Making a short film, or any film for that matter can be a lot of amazing fun. I recently made a short film called HUNGRY. It’s a wickedly humorous little piece on the greed that is rampant at Christmas time. Here is how I came up with and developed the sound and music in the film.

In the very beginning of preparing to shoot a film, when I am still writing the script actually, I start to listen to music that I like. I listen with the sole purpose of getting a feel for how this particular song will go with the film. I use each song that I like or think might go well and imagine how it will tell my story. In “HUNGRY”, the story takes place at Christmas so I was constantly listening to holiday songs: wild versions, old-fashioned ones and newer versions. The one I came up with was of a child choir singing Carol Of The Bells. This song was important in setting up the beginning of the film in 3 ways:

  1. It is a beautiful innocent rendition of this song
  2. It lulls the audience into the sweetness of the Christmas season
  3. It also didn’t telegraph what was coming to the audience

Music or sound is vitally important in setting up your story or film. If you can do it right, then the whole film just falls into place. Another example of how much music played a part in my film was when the main character walks into the shop while the owner is listening to 1930’s jazz. The story’s background was that this woman had been alive for several hundreds of years, and this was her favorite music. Now you don’t actually see a 500 -year old woman on screen as that was just the back-story. But this music really helped the actress get the feel for what I wanted. And her performance made the film. Another instance of how important sound was for me, was in editing. My film is a horror film, and so I had a small creature. But because I was on a tight budget, I couldn’t really afford to build a creature that could move in every way I wanted. So movement was limited. I searched a couple of free sound sites for sci-fi sounds, or dinosaur roars. It took me weeks to get it the way I wanted. In order for the creature to look realistic, I had to use different sounds for each two-second piece of footage that had the little guy in it. Each different sound conveyed a different want and emotion in the creature. It was incredibly grueling and difficult work. But in the end, the sounds and music are what really helped this film. And when my main character was being eaten alive, sounds were so vitally important in conveying the horror of what was happening to him. And at the end of the film, when it is clear that the owner is in cahoots with the creature, or the creature is almost her mate, then the music that I put in at the end conveyed the craziness of this situation. So I put in this wild and crazy piece that makes me giggle whenever I hear it.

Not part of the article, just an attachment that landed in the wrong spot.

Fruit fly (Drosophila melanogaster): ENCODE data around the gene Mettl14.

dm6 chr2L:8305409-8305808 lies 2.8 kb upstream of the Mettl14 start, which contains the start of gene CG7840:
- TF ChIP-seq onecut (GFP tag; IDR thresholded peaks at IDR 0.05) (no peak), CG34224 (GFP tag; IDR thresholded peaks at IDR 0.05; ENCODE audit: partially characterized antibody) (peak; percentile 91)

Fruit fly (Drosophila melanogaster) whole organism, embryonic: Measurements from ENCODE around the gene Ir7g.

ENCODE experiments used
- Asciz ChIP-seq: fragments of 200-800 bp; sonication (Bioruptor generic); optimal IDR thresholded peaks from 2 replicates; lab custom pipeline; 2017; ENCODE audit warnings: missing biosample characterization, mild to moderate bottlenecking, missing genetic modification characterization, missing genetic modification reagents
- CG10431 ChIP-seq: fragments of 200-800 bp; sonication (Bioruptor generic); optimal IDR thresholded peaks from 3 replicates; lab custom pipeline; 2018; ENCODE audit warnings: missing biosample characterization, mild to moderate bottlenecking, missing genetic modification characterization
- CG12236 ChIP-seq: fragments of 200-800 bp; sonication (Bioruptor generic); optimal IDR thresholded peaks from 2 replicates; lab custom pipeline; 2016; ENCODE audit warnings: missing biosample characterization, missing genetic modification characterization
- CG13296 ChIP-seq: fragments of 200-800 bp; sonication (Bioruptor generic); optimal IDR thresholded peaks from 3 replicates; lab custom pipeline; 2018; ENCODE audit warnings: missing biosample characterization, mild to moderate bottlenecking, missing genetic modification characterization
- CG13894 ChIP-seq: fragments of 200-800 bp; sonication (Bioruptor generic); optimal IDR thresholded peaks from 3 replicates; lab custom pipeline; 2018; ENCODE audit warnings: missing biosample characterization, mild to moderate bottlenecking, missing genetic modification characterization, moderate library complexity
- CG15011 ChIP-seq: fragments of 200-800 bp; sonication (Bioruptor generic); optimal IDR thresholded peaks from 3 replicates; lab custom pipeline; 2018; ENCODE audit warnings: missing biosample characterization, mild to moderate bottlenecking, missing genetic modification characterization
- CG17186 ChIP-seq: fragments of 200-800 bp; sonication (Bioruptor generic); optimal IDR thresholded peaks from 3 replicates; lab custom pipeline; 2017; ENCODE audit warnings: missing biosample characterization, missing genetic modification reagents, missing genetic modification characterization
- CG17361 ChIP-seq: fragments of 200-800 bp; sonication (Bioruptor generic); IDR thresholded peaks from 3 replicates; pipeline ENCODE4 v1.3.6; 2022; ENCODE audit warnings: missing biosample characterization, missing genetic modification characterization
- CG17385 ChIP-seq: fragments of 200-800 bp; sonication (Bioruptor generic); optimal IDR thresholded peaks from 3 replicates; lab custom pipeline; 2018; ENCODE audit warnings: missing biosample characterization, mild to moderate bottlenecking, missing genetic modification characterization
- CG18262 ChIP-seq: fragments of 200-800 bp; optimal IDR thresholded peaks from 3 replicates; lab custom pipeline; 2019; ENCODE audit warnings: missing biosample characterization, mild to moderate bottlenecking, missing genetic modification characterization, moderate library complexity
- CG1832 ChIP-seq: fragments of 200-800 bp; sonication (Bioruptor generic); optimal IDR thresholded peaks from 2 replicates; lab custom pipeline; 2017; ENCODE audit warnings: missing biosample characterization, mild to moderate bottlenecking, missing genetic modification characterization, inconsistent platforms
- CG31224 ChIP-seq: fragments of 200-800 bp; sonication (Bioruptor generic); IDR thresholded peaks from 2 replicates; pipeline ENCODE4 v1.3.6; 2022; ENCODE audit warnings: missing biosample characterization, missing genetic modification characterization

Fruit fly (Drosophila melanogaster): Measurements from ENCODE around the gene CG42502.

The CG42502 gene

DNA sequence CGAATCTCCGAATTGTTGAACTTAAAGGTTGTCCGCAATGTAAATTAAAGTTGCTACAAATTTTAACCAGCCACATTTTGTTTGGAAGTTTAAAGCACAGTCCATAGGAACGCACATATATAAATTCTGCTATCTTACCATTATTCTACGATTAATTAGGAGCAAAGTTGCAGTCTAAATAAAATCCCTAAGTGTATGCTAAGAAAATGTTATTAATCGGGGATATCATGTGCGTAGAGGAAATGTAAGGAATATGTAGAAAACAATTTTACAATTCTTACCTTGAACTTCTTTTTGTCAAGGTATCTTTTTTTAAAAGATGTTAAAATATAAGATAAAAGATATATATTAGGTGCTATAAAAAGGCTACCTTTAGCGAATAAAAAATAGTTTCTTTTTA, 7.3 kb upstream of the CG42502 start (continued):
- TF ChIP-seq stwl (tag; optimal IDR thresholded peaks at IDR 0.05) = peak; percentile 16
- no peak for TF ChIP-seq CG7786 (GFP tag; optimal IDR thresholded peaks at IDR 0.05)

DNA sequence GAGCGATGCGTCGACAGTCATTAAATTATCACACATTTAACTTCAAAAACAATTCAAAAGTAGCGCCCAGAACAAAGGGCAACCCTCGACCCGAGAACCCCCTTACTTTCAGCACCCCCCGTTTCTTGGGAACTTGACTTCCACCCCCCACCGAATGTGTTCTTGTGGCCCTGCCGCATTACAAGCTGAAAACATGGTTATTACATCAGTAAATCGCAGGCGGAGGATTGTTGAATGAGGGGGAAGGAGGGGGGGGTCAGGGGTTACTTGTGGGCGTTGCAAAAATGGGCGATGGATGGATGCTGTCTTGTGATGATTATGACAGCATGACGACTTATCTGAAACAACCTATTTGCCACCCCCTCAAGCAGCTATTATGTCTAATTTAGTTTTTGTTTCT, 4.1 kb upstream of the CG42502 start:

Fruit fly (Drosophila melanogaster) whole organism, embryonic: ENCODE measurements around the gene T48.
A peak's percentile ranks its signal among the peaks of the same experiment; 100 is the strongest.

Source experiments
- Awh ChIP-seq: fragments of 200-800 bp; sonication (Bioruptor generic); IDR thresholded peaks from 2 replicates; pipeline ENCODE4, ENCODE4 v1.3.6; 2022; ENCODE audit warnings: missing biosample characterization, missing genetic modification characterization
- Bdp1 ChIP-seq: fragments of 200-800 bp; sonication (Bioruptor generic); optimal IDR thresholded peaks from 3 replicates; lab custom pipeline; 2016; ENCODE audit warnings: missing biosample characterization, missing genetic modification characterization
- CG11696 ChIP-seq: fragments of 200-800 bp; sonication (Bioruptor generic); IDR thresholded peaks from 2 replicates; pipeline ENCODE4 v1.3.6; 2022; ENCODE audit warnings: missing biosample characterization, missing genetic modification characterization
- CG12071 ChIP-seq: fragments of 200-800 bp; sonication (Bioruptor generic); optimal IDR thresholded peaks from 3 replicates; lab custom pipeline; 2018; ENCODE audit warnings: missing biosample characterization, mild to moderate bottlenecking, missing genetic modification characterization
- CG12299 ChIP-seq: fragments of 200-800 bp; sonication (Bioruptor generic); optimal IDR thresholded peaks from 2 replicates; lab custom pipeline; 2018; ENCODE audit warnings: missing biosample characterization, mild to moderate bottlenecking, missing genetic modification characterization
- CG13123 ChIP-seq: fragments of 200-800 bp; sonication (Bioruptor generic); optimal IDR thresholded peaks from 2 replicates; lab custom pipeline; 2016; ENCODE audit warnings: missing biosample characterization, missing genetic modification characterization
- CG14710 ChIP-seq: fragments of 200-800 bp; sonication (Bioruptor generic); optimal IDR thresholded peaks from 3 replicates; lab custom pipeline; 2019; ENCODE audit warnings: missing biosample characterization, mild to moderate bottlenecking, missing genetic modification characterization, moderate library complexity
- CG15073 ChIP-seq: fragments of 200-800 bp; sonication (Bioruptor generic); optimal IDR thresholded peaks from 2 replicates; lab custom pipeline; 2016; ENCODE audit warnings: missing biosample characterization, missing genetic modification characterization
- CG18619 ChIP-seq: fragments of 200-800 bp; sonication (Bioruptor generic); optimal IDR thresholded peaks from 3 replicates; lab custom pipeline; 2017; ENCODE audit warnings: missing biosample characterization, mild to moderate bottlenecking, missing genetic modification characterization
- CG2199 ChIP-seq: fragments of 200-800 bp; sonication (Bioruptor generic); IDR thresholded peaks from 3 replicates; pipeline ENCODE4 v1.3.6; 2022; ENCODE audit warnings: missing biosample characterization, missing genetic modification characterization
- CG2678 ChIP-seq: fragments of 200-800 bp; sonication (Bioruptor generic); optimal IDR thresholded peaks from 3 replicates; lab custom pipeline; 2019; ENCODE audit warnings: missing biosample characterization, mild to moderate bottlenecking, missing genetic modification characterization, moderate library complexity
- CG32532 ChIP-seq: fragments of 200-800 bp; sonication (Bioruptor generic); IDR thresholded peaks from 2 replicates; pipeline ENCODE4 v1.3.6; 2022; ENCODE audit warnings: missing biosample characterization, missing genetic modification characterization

Some of my favorite films have some great music in them as well.

RED – The final film of the Three Colors Trilogy by Krzysztof Kielslowski. This is such a magical film and the music he used in it is beautiful and eerie. From sudden crashing cymbals to convey horror, to gentle intoxicating music for the “Fashion Show”, to crashing doors for when the storm blows in. It is such subtle and at the same time “in-your-face sound effects and music.